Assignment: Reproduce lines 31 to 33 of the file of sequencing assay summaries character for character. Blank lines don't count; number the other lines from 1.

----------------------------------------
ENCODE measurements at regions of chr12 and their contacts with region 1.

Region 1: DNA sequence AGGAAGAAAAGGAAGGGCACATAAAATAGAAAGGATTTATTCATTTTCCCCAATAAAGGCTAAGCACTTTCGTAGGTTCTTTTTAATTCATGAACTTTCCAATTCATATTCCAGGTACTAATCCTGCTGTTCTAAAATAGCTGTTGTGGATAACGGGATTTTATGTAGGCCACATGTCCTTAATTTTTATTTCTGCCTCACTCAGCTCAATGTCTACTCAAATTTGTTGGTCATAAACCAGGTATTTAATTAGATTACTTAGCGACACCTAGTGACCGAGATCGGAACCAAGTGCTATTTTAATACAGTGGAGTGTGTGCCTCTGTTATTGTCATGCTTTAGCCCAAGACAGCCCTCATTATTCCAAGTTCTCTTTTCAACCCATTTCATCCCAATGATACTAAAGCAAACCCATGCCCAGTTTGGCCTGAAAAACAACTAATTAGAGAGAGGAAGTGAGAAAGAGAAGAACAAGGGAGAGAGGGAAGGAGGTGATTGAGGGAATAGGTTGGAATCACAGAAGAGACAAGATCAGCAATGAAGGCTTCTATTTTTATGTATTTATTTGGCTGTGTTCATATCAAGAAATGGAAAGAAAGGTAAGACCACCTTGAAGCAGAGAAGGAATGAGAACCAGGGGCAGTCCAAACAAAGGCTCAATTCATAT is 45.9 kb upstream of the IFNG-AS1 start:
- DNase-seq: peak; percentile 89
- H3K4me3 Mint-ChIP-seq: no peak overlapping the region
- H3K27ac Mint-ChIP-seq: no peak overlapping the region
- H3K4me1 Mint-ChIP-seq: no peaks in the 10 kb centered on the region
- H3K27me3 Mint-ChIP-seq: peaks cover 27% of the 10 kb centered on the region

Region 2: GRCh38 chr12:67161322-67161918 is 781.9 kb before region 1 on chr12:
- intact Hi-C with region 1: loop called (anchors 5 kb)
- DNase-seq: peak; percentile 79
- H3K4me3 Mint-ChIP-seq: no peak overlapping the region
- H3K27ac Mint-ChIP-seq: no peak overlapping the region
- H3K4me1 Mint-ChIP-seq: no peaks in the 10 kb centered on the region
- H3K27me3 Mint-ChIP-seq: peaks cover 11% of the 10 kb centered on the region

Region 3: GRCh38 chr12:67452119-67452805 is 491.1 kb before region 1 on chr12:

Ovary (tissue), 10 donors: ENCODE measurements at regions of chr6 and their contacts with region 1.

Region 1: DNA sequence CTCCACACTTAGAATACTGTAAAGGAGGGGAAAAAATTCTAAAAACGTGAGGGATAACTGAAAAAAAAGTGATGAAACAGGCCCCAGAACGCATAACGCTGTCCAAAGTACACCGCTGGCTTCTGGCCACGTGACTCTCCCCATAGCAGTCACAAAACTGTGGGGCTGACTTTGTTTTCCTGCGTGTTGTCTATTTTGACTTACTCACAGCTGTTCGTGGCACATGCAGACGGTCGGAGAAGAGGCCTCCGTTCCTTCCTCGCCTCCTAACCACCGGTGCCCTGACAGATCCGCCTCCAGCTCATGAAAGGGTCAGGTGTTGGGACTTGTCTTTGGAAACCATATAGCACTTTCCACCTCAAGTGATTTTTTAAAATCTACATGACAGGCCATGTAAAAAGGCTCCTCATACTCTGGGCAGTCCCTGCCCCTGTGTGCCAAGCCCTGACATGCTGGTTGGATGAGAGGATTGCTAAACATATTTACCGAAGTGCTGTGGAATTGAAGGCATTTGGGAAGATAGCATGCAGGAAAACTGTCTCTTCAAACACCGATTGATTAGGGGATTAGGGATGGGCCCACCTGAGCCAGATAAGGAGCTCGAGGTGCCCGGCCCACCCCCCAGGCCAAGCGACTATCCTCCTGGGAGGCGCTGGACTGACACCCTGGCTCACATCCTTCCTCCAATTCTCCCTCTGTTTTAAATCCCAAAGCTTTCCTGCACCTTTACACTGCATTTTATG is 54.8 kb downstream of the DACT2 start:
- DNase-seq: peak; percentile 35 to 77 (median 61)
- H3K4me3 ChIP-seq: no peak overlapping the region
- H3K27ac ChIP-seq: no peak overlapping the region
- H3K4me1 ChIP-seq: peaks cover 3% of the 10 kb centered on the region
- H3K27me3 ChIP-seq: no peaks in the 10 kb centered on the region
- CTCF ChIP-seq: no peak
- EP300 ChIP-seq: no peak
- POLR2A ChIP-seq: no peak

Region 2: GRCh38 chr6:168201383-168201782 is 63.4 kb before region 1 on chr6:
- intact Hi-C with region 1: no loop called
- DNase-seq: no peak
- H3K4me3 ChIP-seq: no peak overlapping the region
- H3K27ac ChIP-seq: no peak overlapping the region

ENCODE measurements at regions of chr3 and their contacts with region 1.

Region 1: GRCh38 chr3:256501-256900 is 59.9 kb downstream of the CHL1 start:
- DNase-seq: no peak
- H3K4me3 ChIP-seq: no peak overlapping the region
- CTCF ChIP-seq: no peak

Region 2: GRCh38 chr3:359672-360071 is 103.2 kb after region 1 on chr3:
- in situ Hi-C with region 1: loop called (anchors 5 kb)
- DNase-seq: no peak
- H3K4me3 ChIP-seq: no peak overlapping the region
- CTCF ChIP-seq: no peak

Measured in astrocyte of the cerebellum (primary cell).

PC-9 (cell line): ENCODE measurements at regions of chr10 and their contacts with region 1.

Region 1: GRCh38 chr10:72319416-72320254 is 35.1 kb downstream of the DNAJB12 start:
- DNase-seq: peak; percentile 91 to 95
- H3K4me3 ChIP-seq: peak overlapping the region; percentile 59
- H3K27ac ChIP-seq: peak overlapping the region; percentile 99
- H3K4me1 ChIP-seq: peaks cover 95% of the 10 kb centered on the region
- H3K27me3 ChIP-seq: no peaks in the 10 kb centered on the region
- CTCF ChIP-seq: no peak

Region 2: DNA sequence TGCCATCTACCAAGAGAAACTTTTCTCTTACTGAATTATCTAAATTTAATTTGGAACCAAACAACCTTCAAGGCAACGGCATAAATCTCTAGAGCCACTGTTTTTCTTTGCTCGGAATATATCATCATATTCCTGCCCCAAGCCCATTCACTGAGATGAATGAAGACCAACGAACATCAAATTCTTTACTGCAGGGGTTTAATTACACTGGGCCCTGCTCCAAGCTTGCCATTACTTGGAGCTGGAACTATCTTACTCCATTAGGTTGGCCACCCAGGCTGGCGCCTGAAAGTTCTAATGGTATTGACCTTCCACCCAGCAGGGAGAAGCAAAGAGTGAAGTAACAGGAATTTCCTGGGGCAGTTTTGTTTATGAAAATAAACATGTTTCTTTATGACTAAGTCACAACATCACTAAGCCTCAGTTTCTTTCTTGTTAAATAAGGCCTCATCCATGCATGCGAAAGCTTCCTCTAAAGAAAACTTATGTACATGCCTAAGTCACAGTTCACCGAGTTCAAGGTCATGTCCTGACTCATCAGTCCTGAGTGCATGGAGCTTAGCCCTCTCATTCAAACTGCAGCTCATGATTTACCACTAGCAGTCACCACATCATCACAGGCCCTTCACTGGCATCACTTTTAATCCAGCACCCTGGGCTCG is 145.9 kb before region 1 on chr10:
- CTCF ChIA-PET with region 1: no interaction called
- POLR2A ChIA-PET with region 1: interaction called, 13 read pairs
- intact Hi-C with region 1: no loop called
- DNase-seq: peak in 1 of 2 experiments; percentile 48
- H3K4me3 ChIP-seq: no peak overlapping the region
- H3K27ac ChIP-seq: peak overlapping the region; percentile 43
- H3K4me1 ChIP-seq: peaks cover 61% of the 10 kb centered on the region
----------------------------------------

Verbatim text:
ENCODE measurements at regions of chr3 and their contacts with region 1.

Region 1: GRCh38 chr3:256501-256900 is 59.9 kb downstream of the CHL1 start:
- DNase-seq: no peak